Be careful of the monkeys during your visit: they are incorrigible thieves.
The island of Bali is home to a multitude of temples that vary in size depending on whether they are family, local, or even national temples. Every morning, the locals come to lay down their offerings and pay their respects to the good spirits, whilst offerings placed elsewhere, on the pavements and in front of the houses, for example, are intended to pacify bad demons. Balinese temples generally face the mountains (kaja), the sea (kelod), or the rising sun. Good spirits are believed to live in the mountains and bring prosperity whilst giants and demons live beneath the sea. The
people here worship the same gods as those in India, though there are also some purely local spirits and bodies.
Pura Basakih, which stands on the hillside of Mount Agung in the northeast of the island, is the oldest and most important temple on the island, having been built between the 14th and 17th centuries. It actually consists of nearly 200 temples that attract a great many processions throughout the year, coming here to pay their respects to the gods Brahma (to the right), Civa (in the centre), and Vishnu (to the left).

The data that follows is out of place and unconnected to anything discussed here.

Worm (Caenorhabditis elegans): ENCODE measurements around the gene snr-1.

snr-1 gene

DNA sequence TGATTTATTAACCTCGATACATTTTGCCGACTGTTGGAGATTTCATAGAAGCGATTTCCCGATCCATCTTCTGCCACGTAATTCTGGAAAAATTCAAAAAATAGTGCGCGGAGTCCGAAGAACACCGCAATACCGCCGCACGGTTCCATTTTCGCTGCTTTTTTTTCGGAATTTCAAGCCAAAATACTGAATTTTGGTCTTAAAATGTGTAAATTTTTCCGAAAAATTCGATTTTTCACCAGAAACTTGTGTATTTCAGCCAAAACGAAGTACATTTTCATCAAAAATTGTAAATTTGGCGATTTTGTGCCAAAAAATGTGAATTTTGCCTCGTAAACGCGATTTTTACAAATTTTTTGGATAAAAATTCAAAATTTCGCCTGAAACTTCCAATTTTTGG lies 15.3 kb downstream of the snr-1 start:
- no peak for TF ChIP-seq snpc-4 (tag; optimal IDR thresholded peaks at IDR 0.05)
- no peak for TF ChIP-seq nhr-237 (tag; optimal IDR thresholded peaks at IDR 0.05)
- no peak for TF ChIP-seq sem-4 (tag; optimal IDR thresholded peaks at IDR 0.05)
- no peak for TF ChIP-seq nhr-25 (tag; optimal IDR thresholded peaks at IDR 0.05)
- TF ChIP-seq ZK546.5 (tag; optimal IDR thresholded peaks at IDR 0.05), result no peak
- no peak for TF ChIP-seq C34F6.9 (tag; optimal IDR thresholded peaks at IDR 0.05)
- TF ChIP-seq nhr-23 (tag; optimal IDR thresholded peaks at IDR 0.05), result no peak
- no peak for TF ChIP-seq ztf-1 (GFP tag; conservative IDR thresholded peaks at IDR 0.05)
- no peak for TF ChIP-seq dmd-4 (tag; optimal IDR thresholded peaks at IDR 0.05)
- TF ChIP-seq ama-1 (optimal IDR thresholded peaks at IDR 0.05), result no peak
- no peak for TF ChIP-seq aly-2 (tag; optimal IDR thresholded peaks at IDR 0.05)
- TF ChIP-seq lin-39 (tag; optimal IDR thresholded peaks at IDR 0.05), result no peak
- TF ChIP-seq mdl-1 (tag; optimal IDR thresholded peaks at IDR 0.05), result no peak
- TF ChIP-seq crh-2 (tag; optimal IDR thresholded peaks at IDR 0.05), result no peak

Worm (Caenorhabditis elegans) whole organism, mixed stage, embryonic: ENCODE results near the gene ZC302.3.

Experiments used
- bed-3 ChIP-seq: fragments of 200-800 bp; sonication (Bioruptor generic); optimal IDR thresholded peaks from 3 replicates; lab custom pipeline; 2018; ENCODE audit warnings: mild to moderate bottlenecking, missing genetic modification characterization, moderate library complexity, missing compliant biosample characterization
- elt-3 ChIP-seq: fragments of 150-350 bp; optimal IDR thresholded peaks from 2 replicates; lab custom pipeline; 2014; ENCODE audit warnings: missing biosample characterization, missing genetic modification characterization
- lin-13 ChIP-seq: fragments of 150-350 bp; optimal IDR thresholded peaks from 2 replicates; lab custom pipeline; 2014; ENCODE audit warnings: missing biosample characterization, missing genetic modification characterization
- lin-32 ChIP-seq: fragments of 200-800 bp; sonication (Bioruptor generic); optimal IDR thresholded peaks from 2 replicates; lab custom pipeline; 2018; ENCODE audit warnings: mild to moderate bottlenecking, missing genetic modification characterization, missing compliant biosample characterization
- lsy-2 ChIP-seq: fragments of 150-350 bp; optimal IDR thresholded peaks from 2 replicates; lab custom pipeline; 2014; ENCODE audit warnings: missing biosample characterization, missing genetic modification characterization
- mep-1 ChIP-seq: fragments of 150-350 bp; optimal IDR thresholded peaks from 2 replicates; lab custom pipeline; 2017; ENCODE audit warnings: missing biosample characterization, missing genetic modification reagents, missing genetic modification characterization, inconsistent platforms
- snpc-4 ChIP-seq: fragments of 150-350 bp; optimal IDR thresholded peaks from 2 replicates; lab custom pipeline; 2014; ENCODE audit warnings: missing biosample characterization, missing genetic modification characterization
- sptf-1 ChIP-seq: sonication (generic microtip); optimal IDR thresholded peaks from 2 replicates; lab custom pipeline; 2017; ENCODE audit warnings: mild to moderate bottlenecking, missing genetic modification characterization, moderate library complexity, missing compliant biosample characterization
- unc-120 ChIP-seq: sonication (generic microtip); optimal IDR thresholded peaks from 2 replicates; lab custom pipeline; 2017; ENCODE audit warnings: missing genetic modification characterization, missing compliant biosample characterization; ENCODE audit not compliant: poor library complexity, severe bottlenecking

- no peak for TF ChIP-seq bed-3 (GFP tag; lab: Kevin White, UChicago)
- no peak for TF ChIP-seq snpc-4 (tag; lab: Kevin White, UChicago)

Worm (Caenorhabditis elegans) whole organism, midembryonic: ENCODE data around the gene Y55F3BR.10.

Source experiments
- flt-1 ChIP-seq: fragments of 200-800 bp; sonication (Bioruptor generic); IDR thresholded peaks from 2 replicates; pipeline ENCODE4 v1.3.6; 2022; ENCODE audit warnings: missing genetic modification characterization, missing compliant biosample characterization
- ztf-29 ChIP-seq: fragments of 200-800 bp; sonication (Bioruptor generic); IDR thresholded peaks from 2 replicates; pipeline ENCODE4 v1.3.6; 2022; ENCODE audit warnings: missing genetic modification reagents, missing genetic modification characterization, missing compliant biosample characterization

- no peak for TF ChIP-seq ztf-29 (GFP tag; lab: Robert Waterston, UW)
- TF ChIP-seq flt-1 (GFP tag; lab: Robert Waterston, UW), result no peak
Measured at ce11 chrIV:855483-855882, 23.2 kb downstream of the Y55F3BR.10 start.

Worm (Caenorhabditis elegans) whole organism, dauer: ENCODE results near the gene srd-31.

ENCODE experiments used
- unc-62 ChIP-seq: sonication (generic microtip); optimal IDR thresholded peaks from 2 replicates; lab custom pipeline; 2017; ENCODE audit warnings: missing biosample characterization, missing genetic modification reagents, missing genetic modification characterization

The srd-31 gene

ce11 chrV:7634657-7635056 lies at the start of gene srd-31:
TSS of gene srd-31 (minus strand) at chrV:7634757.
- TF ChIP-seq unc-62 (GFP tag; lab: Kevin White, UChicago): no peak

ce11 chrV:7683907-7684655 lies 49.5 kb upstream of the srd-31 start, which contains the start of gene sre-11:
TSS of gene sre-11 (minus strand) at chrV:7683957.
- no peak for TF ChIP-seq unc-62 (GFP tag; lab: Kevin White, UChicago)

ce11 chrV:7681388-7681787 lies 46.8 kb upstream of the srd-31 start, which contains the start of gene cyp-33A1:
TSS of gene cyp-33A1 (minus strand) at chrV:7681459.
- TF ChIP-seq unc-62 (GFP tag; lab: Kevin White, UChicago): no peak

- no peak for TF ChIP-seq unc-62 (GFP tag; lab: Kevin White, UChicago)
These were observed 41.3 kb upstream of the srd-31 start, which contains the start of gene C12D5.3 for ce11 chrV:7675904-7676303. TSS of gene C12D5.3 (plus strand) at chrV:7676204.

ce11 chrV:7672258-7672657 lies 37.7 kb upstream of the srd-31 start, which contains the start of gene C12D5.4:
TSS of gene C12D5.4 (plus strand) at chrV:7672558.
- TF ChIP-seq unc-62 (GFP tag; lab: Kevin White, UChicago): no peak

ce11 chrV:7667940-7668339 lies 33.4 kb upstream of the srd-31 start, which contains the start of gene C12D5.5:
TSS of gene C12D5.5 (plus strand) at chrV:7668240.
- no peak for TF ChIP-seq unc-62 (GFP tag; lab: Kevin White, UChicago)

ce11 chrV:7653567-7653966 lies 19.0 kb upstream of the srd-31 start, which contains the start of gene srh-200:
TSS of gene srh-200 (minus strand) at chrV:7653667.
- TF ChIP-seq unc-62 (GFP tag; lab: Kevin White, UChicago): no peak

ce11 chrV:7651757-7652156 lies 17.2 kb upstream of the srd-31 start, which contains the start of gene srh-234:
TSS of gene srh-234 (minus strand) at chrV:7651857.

At the centre of the site, on the shores of Lake Batran lined with water lilies, stands Pura Bedugul (Ulu Danu), considered to be the most beautiful temple in Bali. It is dedicated to the goddesses of water (11-roofed Meru) and rice (3-roofed Meru).
To the west of the island stands Pura Rambut Siwit, perched on top of a cliff overlooking a long stretch of sand.
To the south of the island, meanwhile, perched atop a rocky promontory stands the 16th century Tanah Lot Temple, the most significant religious building dedicated to the sea. The best time to visit is late in the afternoon, when its silhouette is no longer blurred by the bright sunlight. It is also believed that the poisonous sea-snakes living at the foot of the rock are considered the guardians of the temples, protecting it against demons, intruders, and other evil spirits.
The location of Uluwatu temple, nearly hanging off a clifftop which drops steeply into the sea, is exceptional.
You must be dressed respectably in order to enter the temple, and can borrow a sarong if necessary.
The temple is only open to Hindus, but everyone has access to one part of the site.
Some evenings of the week at sunset it is possible to watch dance performances.
The waves at the foot of the temple are an exciting playground for experienced surfers.